According to XDA-Developers, Google Chrome 64 will bring support for parallel download, meaning for large files, you should see accelerated download speeds.

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There are many meaningful improvements coming to Google Chrome among which is support for parallel download. Currently available and enabled by default in Chrome Dev, Chrome Canary, and nightly Chrominum build, the feature is expected to make its way to Chrome Beta and Stable in the near future. As XDA-Developers explains, the parallel download feature is activated when a download is active for longer than two seconds. It essentially creates three parallel jobs to speed up the download speed, and while most users who download relatively small files won’t see a substantial difference, those who download large files are likely to see a boost in download speeds.

Those who download large files are likely to see a boost in download speeds.

If you are using Chrome Beta and would like to have this feature activated, you can simply copy and paste this line into your address bar:

  • chrome://flags#chrome-parallel-download

Do you see any noticeable difference in download speed in Chrome? What other features would you like to see in the future? Let us know by leaving a comment below!

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Previous updates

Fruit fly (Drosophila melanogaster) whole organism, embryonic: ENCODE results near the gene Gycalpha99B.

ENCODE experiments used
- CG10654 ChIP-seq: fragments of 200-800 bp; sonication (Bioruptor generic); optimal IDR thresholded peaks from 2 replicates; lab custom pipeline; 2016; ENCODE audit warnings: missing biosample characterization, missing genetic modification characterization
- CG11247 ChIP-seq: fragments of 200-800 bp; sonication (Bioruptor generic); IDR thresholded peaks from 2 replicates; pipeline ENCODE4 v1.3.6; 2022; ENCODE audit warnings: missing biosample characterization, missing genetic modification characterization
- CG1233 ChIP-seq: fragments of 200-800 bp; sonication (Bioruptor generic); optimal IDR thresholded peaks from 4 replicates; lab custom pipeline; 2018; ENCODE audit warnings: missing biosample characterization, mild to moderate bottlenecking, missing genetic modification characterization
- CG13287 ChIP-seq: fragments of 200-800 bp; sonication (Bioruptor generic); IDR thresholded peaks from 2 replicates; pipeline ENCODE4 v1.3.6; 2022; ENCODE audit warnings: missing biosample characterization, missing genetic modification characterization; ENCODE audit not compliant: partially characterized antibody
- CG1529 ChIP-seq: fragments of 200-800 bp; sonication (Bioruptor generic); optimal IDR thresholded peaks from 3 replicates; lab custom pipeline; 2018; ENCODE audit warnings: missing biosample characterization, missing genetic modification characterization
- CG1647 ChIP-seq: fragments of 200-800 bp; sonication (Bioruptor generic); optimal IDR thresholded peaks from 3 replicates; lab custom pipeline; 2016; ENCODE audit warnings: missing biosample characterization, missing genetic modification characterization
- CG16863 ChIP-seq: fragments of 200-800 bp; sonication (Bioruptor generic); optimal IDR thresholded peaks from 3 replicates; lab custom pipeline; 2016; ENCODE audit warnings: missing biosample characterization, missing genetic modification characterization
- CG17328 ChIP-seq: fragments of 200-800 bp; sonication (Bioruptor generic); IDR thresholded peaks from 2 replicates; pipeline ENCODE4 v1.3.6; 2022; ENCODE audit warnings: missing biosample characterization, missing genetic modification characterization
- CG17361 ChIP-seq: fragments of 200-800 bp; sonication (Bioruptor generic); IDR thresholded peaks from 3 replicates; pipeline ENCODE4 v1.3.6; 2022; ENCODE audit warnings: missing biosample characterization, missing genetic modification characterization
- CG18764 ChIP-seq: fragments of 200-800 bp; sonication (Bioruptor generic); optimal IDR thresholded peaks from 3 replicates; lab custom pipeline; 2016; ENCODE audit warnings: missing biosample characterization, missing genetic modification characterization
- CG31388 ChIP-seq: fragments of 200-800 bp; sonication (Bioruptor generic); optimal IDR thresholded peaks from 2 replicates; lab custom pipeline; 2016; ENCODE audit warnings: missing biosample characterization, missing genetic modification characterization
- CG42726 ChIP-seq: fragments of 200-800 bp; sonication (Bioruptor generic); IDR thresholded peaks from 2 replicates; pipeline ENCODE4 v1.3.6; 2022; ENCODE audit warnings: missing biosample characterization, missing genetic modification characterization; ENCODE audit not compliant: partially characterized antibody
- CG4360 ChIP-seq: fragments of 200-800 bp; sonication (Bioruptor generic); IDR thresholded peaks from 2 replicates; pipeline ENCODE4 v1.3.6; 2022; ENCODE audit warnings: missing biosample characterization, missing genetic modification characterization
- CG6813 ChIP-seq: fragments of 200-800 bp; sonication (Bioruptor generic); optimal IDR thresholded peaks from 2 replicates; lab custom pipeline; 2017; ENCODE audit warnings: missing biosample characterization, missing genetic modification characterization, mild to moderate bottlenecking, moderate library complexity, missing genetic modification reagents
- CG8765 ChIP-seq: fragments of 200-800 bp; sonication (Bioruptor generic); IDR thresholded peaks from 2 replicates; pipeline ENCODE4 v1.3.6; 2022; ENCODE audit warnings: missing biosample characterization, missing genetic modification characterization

Oreo’s Smart Text Selection feature

December 7, 2017: With Chrome 63, Google added Android Oreo’s Smart Text Selection feature to the latest stable version of the company’s browser. Now, instead of copying information and pasting it somewhere else manually, this handy method will automatically identify what app needs to be opened.

Picture-in-picture support

June 26, 2017: Google has officially added picture-in-picture (PiP) support to Google Chrome on Android.

New offline features

May 9, 2017: In a Google blog post, product manager Tal Oppenheimer announced some new improvements coming to Chrome for Android’s offline features. You can now tap and hold on any link to download it with the “Download link” option — something that is also possible with article suggestions that appear when you open a new tab. What’s more, the dinosaur page you’ll find in Chrome if you try to access a page while you’re offline now includes a “Download Page Later,” button. Tapping this will mean the page is automatically downloaded when you reconnect to the internet.

Finally, Google has also altered the “new tab” page so that you’ll now see your offline articles, indicated by their “offline badge.” Your most recent downloads will also be shown there at the right-side of the page, too.